24 October 2018

Making Drivers Bicycle-Friendly in Colorado

Whenever I've ridden outside the US, I couldn't help but to notice how much more courteous drivers are to cyclists.  Even in Cambodia and Laos, which don't have cycling cultures like those in some European countries, I had less fear of riding even the most chaotic streets than I sometimes have in my home town and country.

What's especially interesting, to me, is that it doesn't seem to matter whether I'm in the city or the country.  In France, the country where I've spent the most time (besides the US), I find drivers in Paris nearly as accommodating as those in Provence or Picardy.

The reason, I believe, is that drivers are simply more conscious of cyclists and of how cycling is different from driving.  In the US, many people never get on a bike again after they get their drivers' licenses, usually at age 16 or thereabouts.  In other countries, some people continue to pedal, at least for short distances, even after they're allowed to drive.  Some never even become regular drivers, usually because they can't afford it, but sometimes out of choice:  There are situations in which a bicycle is actually more convenient than a motorized vehicle.

In other words, in other places, drivers are more conscious of cyclists because they are more likely to be, or have recently been, regular or occasional cyclists themselves.  Also, most countries didn't experience two or three generations of people who didn't ride as adults, as the US did from the end of World War I until recently.

Thankfully, a few policy makers are at least beginning to understand what I've just described.  That seems to be the reason why the National Safety Council has given one of its Road to Zero grants to Bicycle Colorado so it can conduct Bicycle-Friendly Driver Certification programs throughout the state.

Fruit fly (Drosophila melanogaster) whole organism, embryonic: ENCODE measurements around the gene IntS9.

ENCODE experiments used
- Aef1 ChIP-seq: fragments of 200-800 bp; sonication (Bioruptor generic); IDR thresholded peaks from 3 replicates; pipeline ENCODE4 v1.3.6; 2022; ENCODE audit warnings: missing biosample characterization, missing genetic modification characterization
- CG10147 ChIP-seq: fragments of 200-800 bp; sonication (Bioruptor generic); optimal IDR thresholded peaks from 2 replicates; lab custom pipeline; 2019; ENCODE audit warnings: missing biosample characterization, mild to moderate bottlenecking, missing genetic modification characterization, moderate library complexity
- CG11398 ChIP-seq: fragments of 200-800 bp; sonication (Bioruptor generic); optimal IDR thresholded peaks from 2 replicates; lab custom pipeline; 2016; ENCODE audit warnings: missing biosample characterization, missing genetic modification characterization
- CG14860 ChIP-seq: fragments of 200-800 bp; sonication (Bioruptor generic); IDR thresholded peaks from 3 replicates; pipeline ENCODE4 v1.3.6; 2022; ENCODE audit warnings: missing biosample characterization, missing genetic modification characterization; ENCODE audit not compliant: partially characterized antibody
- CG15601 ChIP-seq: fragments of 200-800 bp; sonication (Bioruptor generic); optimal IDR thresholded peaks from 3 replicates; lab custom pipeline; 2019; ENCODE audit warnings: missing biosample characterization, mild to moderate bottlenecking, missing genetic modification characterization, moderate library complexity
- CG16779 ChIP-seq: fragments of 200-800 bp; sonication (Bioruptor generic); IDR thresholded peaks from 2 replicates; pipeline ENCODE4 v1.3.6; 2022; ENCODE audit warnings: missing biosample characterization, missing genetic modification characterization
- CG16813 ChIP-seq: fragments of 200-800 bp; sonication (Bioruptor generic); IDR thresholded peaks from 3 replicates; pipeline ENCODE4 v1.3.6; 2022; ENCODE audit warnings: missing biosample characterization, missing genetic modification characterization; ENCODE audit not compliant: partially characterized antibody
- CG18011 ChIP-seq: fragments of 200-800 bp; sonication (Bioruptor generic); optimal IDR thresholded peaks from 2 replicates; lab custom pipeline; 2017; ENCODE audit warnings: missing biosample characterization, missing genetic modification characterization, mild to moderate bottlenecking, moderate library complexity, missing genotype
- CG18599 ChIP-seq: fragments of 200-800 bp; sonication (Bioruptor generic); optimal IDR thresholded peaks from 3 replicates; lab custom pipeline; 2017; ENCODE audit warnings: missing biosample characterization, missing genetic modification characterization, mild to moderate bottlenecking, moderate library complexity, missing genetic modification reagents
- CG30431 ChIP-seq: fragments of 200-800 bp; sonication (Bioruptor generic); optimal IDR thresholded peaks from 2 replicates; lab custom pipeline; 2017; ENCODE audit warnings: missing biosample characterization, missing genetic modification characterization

The curriculum was created in Fort Collins, a city in the northern part of the state long known for its cycling infrastructure.  Since then, Bicycle Colorado has brought its classes, which are free for participants,  to other parts of the state--including, most recently, Colorado Springs.  BC has also made its curriculum available so that other communities can adapt it.  

Community Safety Cooridiator Molly McKinley says the classes teach drivers about "sharing the road" from the motorist's perspective:  how to pass and yield to cyclists, how to turn and how to utilize a bike lane.  She says it also is an attempt to inculcate drivers with the notion that cyclists are drivers of vehicles who have just as much right to the road as motorists.  The importance of exercising caution and patience when passing a cyclist is also emphasized, McKinley says.

Molly McKinley leading a Bicycle-Freindly Driver Certification class.

Perhaps most important of all, Bicycle Colorado is trying to reach drivers who might not otherwise come into contact with such a program.  According to Maureen McCanna, Bicycle Colorado's education program manager, BC is "trying to support communities who want to incorporate this education but don't have the resources to do it."   Also, she says, her group wants to "make sure we are reaching people who may not be avid cyclists and may not have that perspective."

I think she has a clear understanding of what needs to be done.  Now, all she and others have to do is figure out a way to make it all happen nationwide.  After all, we have two or three generations' worth of knowledge to catch up on.

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